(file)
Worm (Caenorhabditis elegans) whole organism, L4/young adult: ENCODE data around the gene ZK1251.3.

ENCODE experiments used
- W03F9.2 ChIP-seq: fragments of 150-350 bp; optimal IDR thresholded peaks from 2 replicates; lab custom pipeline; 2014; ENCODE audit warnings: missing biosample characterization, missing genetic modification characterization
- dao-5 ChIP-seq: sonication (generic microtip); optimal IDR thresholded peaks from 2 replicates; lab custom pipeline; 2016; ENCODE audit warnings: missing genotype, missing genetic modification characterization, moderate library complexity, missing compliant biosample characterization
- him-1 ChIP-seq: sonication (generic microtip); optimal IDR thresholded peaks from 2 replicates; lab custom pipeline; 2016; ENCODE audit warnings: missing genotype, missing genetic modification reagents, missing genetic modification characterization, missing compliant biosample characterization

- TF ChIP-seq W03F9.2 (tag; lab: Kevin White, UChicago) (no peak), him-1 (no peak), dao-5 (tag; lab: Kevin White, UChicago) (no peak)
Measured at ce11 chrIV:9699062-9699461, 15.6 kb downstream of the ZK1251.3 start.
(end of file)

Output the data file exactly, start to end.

Worm (Caenorhabditis elegans) whole organism, L4/young adult: ENCODE data around the gene ZK1251.3.

ENCODE experiments used
- W03F9.2 ChIP-seq: fragments of 150-350 bp; optimal IDR thresholded peaks from 2 replicates; lab custom pipeline; 2014; ENCODE audit warnings: missing biosample characterization, missing genetic modification characterization
- dao-5 ChIP-seq: sonication (generic microtip); optimal IDR thresholded peaks from 2 replicates; lab custom pipeline; 2016; ENCODE audit warnings: missing genotype, missing genetic modification characterization, moderate library complexity, missing compliant biosample characterization
- him-1 ChIP-seq: sonication (generic microtip); optimal IDR thresholded peaks from 2 replicates; lab custom pipeline; 2016; ENCODE audit warnings: missing genotype, missing genetic modification reagents, missing genetic modification characterization, missing compliant biosample characterization

- TF ChIP-seq W03F9.2 (tag; lab: Kevin White, UChicago) (no peak), him-1 (no peak), dao-5 (tag; lab: Kevin White, UChicago) (no peak)
Measured at ce11 chrIV:9699062-9699461, 15.6 kb downstream of the ZK1251.3 start.